Wednesday, March 05, 2008


Democracy and the Internet

Charles Leadbeater (his book cover, We Think, on left)has been variously touted a thoughtful social analyst plus one time guru to Tony Blair, so his analysis of how the web is changing the way we live is worth paying some attention. In his recent (linked above)piece in the Indie, he describes the explosion of web use in China as now constituting 'part of the fabric of Chinese society'. The new invention of Timothy Chen, 'Shanda' has tens of millions of game players constituting 60% of web usage. The government loves game playing but is suspicious of the subversive potential of websites all of which have to be officially registered.

The sheer size, spread and inventiveness of the Chinese internet could create a new civic space with enormous potential. The protesters in Tiananmen Square could be boxed in by tanks. That is harder to achieve on the web. In December 2005, for example, news filtered out through the internet that Chinese police had killed villagers in Guangdong province protesting against a wind farm that threatened their livelihoods. To suppress news of the protests, the authorities shut down cybercafés in neighbouring areas, cut off internet access to residents, impeded queries for the town's name on search engines and erased blog mentions of the incident. Despite all that, a human-rights group investigated the incident and posted its report online.

In other words, the web makes it much more difficult for autocrats to be autocratic and survive for long. Mind you, in response to that I'd mention the case of the Burmese rebels who did much to tell the world about their brutal government via the web but still see no signs of them packing their bags or being deposed. Leadbeater sees the web as an instrument of democracy par excellence and argues for its protection:

The net is slowly changing US politics: the internet is home territory for Barack Obama. But its biggest impact on democracy will be in China. That is why it so vital for us in the West to preserve the internet as an open global commons for the exchange of information and ideas and to resist it being controlled either by corporations or governments.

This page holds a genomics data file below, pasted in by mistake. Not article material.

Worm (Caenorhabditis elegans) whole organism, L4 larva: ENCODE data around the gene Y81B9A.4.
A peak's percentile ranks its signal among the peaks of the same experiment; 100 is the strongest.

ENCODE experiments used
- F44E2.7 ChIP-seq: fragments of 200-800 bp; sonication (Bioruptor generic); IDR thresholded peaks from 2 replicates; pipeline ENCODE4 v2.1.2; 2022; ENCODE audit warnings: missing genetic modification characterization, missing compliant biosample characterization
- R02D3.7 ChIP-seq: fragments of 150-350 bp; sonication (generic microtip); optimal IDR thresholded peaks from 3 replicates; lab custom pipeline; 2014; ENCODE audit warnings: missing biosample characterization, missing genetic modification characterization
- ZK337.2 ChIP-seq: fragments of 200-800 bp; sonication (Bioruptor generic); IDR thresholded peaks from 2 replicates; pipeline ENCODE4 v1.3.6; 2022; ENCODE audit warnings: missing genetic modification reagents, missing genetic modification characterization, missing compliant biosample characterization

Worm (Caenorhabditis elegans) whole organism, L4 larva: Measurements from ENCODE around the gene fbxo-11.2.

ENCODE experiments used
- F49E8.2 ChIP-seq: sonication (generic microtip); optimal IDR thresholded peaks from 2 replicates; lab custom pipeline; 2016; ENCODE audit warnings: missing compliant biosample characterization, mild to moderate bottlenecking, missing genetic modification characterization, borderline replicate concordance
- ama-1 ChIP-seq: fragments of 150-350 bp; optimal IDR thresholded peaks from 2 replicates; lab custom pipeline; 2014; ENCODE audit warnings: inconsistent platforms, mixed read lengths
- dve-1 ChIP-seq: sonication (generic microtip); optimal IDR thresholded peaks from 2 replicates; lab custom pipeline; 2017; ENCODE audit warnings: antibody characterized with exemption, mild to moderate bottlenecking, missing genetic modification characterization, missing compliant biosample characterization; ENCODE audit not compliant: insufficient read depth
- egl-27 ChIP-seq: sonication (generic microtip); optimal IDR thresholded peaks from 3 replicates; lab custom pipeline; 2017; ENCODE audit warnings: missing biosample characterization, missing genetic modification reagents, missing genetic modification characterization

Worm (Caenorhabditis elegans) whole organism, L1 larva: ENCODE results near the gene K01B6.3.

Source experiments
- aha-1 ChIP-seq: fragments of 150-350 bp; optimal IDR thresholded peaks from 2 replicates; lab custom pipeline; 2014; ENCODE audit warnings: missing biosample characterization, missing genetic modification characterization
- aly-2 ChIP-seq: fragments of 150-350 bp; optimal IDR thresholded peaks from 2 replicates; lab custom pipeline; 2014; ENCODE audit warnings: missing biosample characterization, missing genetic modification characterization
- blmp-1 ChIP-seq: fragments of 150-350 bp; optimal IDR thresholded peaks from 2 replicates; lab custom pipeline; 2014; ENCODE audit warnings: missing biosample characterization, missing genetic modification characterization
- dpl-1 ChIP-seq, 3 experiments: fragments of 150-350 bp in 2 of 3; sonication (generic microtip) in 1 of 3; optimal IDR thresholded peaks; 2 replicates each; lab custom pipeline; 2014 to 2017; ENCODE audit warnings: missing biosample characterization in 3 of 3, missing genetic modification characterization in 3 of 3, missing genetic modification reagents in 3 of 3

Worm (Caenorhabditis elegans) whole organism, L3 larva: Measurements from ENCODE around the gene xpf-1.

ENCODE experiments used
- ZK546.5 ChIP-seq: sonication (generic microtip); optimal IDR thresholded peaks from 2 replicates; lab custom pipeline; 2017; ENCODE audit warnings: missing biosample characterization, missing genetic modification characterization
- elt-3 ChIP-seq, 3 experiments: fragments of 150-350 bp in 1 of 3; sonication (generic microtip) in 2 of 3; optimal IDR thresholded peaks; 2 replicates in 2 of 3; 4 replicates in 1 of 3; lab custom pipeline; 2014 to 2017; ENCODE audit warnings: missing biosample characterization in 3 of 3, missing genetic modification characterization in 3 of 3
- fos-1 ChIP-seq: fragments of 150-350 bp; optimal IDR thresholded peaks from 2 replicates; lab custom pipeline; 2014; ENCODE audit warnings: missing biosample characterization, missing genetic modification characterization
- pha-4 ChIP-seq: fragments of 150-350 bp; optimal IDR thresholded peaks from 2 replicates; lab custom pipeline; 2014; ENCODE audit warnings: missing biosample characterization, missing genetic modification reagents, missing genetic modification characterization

Amen to that.

Indeed; in my optimistic way I'm enthusiastic about all means of communication (perhaps it's partly because I was once an engineer in the telecommunications industry). For example the impact of TV in moving South Africa forward shouldn't be under-estimated although it often is. The apartheid government wouldn’t allow a TV service to be established even years after it had become commonplace in most advanced economies. Once it did arrive (and even under the tight control of owners and censors) it played its part in opening people's eyes to the wider world. So will it be with the Internet. But everything takes time.

There's a wonderful passage near the start of one of the episodes of Michael Wood's terrific TV series "The Story of India" in which he waxes lyrical about the importance of trade and communication between all shades and types of mankind as keys to peace and prosperity.

Amen to those as well...
Greetings from China.

Your post raises some interesting issues regarding the Net in China.

The exponential, truly phenomenal growth of the Internet in China since the mid-1990s has attracted much attention internationally, especially from blogs such as your own (much read in China, by the way).

After rather slow and lukewarm beginnings, China has embraced the Internet with a vengeance. Commercial Internet services became available in China in 1996; from an estimated 630 thousand users in 1997, by the end of 2006 the online population had grown to 137 million, with 90.7 million enjoying broadband connections. Today, China boasts the second-largest Internet population in the world, second only to the US. One in ten Internet users worldwide is Chinese. Of course, measured on per-capita basis the numbers are less impressive: with 9.9% Internet penetration, China scores far below most of the developed World, and even below some of its neighbours such as South Korea or Taiwan. The low penetration, nevertheless, also suggests potential for further growth.